This MSc (by research) was undertaken by Ms Agnieszka Wieckowska with funding from Arjowiggins. The project investigated the role of enzymes in the processing of pulp and paper. The application of such enzymes highlighted the binding and catalytic events that underpin the processing of an insoluble, non-homogenous substrate such as cellulose and work is ongoing to characterise this further.




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Year 1

  • BI308 Skills for Bioscientists
  • BI323 – Biodiversity

Year 2

  • BI548 – Microbial Physiology & Genetics I
  • BI521 – Metabolism and Metabolic Regulation

Year 3

  • BI606 – Pathogens & Pathogenicity
  • BI628 - Microbial Physiology & Genetics II
  • BI600 Projects – Range of laboratory, communication and dissertation projects but principal supervisor for all Business Plan projects

MSc modules

  • BI841 – The Science of Reproductive Medicine
  • EL885 / EL878 / EL849 – Research Methods modules in Engineering & Digital Arts
  • Graduate School Modules in Ideation and Intellectual property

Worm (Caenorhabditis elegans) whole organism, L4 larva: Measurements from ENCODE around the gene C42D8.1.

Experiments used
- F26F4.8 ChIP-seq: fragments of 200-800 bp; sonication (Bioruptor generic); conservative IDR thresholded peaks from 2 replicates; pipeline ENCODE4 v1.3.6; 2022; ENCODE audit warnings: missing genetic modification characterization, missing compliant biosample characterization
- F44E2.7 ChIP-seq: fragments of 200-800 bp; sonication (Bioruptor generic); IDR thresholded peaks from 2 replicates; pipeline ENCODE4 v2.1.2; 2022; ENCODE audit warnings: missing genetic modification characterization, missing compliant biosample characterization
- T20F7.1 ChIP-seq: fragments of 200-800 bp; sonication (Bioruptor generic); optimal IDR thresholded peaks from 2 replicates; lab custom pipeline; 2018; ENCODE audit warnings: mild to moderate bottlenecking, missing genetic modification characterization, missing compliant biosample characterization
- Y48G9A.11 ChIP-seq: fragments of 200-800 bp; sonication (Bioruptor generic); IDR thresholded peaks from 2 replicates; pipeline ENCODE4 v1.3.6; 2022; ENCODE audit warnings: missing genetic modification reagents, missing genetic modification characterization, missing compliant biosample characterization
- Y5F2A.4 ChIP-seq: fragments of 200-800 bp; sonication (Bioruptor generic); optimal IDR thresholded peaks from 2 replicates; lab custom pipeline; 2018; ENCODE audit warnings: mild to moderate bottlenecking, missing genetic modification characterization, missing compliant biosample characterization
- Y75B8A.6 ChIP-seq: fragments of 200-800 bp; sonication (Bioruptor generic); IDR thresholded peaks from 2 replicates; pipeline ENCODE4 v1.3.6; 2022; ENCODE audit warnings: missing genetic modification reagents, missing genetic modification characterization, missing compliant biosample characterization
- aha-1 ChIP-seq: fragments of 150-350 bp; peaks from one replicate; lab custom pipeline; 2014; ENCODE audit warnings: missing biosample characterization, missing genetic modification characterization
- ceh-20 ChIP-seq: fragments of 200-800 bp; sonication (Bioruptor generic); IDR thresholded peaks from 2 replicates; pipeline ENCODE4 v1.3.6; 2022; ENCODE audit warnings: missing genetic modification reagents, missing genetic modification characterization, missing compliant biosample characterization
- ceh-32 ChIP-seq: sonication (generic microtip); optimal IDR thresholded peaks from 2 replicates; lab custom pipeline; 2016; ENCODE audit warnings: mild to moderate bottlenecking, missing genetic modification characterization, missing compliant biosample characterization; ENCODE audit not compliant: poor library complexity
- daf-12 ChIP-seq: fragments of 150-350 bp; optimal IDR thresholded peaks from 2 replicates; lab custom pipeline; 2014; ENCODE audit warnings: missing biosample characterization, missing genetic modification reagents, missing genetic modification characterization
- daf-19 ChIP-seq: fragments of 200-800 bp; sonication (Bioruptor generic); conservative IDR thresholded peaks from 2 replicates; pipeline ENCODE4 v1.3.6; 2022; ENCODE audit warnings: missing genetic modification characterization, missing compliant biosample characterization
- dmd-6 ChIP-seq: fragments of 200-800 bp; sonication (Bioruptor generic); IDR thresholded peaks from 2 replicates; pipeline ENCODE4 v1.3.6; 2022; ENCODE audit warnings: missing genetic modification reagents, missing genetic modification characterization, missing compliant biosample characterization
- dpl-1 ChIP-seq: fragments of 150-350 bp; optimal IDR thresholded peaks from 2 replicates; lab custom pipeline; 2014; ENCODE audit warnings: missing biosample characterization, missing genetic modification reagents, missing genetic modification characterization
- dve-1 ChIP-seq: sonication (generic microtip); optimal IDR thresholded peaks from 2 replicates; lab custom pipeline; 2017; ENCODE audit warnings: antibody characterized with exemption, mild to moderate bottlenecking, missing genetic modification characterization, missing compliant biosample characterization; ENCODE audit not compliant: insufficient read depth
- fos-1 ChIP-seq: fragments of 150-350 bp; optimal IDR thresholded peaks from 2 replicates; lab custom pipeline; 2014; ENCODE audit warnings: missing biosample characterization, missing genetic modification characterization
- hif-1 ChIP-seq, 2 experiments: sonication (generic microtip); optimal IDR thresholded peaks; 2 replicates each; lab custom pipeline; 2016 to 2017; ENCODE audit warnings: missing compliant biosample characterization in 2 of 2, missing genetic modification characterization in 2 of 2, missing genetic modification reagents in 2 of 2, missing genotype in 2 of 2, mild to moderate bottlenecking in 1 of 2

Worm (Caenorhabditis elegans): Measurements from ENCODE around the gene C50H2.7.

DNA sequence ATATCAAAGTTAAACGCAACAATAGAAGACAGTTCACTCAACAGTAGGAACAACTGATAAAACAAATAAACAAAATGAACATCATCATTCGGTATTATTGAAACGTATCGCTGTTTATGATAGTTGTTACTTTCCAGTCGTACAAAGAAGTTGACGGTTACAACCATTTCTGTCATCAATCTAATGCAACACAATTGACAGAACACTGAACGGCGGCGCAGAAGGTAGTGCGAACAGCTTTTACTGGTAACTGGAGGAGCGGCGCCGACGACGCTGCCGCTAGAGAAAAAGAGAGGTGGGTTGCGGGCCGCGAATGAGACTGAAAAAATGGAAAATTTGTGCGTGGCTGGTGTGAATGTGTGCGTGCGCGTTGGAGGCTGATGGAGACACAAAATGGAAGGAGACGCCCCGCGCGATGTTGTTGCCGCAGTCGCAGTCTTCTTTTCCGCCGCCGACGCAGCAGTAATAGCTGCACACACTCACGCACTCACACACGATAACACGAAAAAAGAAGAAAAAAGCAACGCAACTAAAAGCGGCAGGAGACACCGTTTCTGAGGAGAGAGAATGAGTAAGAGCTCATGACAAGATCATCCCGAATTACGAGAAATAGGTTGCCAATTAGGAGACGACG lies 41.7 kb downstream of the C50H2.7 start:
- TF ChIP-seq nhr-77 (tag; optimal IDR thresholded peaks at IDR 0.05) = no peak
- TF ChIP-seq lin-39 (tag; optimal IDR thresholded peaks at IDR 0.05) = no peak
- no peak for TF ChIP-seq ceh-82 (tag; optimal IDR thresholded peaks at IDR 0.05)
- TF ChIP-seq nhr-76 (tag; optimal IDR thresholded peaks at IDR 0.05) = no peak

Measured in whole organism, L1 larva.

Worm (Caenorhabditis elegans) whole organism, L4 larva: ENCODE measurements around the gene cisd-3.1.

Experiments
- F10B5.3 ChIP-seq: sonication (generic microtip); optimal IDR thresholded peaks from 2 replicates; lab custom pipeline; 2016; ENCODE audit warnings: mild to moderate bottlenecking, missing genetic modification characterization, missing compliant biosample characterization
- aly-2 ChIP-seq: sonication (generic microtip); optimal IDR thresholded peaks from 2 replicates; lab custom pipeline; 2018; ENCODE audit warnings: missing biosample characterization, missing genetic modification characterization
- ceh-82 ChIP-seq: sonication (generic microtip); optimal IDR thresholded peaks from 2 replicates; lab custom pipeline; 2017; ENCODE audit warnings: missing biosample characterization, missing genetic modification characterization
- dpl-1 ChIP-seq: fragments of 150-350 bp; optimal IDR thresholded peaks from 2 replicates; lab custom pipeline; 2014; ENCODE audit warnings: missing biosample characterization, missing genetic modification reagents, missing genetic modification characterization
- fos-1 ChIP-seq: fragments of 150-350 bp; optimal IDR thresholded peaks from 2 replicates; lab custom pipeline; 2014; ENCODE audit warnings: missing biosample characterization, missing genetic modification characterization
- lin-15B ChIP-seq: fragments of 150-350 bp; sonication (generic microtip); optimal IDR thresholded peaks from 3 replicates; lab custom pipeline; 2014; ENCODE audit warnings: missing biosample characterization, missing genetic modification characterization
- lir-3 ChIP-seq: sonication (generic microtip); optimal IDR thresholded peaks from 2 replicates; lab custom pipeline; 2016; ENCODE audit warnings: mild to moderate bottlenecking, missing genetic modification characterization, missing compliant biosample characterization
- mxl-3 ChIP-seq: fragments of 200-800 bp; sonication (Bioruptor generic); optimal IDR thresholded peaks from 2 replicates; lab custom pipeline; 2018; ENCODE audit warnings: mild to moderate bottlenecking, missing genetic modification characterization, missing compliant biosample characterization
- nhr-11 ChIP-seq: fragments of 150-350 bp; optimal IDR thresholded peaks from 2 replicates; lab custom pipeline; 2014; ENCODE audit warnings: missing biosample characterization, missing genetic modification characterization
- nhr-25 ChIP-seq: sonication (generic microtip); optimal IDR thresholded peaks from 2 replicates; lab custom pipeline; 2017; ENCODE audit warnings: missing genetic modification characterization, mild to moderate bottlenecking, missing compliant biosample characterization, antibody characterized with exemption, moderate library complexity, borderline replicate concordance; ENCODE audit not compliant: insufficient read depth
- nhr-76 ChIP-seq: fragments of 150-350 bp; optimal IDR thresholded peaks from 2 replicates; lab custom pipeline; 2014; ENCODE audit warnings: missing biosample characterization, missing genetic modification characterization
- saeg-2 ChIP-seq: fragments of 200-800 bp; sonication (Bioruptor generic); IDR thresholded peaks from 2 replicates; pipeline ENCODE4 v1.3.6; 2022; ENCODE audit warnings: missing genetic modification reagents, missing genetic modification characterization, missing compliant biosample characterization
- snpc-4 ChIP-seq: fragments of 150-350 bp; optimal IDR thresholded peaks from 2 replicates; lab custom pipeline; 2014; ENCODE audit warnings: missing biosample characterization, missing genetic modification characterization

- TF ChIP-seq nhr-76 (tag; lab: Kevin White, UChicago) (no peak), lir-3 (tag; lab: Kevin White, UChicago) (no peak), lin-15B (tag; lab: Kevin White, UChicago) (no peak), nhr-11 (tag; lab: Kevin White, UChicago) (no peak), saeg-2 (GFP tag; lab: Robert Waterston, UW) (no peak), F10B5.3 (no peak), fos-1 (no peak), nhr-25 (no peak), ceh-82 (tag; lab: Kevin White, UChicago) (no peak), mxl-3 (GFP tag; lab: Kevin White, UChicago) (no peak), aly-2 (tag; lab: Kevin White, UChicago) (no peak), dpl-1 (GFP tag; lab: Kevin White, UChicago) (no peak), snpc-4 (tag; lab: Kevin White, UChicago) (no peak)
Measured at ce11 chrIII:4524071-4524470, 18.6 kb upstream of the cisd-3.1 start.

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Gary is seconded for half his time to Kent Innovation and Enterprise where he acts as the Senior Commercialisation Manager for the University. In this role Gary and his team have been responsible for the protection and exploitation of a variety of technologies, principally those arising from Engineering & Digital Arts, Biosciences, Computing and SPS. This has realised revenues in fields as diverse as antenna components in the Volvo XC90 and the production of biopharmaceuticals. Gary is additionally the Director of Enterprise within the School of Biosciences primarily managing the protection and exploitation of arising IP within the School – please contact him at if you’d like to know more.

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Enquiries: Phone: +44 (0)1227 823743

School of Biosciences, University of Kent, Canterbury, Kent, CT2 7NJ

Last Updated: 12/01/2018